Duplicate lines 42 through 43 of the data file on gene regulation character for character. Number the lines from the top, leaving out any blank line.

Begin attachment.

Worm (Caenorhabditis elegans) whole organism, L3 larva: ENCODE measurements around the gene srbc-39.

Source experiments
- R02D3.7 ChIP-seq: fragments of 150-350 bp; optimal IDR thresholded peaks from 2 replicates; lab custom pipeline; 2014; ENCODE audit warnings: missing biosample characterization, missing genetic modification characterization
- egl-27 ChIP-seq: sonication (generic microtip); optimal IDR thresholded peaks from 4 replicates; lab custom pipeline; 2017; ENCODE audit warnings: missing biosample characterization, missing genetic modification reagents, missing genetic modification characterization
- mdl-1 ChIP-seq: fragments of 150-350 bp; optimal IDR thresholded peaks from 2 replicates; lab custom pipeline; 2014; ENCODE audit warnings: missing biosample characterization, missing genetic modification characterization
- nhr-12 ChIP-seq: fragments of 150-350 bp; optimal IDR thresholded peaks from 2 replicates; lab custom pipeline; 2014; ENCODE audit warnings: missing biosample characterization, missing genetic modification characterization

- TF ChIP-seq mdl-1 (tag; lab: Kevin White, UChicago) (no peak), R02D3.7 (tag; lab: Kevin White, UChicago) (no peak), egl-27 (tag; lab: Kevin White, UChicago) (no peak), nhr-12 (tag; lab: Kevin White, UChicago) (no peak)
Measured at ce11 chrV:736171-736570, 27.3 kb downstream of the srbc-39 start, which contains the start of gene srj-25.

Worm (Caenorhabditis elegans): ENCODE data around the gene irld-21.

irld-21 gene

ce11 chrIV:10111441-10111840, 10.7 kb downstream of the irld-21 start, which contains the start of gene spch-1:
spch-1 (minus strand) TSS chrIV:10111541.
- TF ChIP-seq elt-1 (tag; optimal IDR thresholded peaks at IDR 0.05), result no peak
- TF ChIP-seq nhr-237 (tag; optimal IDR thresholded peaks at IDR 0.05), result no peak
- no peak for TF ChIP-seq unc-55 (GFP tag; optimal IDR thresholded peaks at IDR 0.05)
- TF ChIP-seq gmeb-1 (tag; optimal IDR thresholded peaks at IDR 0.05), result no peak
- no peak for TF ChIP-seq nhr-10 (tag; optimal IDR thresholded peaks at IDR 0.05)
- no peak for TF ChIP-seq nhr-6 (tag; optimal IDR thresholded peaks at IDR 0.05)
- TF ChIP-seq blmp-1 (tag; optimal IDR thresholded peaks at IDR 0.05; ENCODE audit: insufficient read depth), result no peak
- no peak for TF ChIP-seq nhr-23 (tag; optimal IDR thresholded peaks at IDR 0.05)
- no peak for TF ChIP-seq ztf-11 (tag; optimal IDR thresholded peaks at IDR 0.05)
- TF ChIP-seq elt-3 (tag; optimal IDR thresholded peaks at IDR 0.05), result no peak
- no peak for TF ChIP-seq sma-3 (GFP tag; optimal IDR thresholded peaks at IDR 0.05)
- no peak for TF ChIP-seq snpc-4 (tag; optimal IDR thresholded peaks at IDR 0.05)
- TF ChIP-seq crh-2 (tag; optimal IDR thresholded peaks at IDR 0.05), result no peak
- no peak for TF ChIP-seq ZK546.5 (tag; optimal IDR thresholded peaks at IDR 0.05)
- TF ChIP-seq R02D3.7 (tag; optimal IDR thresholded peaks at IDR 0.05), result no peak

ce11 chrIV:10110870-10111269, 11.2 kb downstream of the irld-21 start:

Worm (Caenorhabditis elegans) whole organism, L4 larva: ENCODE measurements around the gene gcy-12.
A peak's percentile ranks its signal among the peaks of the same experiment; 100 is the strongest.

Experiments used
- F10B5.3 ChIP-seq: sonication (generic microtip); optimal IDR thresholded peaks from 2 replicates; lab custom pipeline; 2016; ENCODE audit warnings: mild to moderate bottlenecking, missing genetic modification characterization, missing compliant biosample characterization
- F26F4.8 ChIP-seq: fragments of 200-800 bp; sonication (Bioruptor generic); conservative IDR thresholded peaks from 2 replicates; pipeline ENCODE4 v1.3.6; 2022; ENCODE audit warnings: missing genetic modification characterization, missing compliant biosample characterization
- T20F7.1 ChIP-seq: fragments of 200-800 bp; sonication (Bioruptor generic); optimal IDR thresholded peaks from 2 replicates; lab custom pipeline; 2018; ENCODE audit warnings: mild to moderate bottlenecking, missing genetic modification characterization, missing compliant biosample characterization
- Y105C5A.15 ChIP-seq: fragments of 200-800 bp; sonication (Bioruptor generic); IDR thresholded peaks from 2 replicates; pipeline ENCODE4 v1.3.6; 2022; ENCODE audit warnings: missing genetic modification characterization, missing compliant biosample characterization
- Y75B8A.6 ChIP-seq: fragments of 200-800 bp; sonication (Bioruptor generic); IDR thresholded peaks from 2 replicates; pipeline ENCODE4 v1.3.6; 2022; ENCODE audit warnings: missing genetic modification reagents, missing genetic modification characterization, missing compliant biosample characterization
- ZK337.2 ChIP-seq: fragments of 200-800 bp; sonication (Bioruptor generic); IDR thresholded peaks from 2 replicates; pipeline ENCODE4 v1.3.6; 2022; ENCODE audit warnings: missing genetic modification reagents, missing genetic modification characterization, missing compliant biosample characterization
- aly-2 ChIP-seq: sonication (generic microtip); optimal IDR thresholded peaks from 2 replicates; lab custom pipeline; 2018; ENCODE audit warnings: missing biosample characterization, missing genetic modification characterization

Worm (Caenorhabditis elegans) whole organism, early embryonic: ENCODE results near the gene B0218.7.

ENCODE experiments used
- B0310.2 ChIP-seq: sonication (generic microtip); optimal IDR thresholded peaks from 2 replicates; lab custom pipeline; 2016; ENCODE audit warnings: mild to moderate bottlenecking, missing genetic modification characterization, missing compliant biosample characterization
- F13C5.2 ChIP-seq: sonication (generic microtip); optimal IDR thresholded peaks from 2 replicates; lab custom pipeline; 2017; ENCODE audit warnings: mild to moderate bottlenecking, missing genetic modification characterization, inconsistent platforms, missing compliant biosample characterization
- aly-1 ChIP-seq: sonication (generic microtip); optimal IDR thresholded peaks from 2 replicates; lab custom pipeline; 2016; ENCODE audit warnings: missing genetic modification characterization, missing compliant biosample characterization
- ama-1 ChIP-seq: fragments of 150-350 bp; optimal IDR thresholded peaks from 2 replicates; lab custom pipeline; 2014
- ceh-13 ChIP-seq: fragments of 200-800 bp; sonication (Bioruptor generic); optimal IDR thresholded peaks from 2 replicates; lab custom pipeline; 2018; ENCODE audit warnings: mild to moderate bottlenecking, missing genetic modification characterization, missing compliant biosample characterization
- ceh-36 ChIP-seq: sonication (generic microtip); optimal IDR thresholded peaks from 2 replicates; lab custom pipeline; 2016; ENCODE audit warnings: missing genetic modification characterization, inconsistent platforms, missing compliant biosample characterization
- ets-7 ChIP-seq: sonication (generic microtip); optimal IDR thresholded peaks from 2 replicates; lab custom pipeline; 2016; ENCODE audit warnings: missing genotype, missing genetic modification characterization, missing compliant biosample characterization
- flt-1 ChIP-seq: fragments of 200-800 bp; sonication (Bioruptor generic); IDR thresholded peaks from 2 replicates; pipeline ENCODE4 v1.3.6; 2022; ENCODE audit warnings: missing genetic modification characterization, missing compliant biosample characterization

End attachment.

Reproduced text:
- F13C5.2 ChIP-seq: sonication (generic microtip); optimal IDR thresholded peaks from 2 replicates; lab custom pipeline; 2017; ENCODE audit warnings: mild to moderate bottlenecking, missing genetic modification characterization, inconsistent platforms, missing compliant biosample characterization
- aly-1 ChIP-seq: sonication (generic microtip); optimal IDR thresholded peaks from 2 replicates; lab custom pipeline; 2016; ENCODE audit warnings: missing genetic modification characterization, missing compliant biosample characterization